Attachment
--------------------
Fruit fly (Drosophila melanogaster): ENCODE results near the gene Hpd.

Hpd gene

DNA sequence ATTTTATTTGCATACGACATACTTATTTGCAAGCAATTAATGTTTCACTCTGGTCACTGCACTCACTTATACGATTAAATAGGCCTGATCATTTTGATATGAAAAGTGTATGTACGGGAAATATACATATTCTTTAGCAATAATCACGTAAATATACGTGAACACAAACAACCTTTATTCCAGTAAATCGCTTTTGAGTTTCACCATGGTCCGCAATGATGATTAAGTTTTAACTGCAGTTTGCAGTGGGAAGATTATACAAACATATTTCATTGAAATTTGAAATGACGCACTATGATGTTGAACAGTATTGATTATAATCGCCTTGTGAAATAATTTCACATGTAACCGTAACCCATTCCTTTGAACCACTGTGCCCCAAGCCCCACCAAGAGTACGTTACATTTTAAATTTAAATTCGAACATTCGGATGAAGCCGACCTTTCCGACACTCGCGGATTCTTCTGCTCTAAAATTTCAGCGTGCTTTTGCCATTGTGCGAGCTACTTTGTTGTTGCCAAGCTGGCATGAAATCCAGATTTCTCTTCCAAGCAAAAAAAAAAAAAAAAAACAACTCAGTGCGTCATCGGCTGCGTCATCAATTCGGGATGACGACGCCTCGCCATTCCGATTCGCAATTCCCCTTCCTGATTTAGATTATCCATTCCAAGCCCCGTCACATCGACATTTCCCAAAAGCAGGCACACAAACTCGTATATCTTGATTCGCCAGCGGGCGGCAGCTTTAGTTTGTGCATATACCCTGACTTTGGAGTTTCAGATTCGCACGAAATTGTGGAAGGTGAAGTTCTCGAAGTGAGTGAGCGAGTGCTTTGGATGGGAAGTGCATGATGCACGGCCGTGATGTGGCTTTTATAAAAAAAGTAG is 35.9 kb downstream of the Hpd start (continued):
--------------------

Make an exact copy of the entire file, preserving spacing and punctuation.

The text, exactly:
Fruit fly (Drosophila melanogaster): ENCODE results near the gene Hpd.

Hpd gene

DNA sequence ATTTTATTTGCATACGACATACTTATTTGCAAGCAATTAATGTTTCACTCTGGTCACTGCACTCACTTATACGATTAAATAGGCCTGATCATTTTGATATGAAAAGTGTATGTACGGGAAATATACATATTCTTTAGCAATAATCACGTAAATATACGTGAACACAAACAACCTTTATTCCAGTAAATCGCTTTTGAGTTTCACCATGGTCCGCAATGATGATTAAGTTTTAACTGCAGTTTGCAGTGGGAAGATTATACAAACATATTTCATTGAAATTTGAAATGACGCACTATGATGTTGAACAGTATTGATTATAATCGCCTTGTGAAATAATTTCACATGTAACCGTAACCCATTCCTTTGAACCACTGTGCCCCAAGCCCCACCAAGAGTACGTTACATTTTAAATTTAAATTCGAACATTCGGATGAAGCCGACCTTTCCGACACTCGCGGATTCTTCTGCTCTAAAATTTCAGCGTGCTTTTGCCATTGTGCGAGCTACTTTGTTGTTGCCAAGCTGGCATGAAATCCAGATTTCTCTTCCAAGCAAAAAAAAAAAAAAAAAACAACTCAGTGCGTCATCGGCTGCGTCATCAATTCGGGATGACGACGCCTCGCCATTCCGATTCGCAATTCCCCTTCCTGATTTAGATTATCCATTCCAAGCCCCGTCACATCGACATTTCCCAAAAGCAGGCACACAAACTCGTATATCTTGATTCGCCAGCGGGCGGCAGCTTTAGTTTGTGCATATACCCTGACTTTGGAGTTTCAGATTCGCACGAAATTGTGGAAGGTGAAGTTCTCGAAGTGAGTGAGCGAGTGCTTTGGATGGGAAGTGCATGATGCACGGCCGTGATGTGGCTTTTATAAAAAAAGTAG is 35.9 kb downstream of the Hpd start (continued):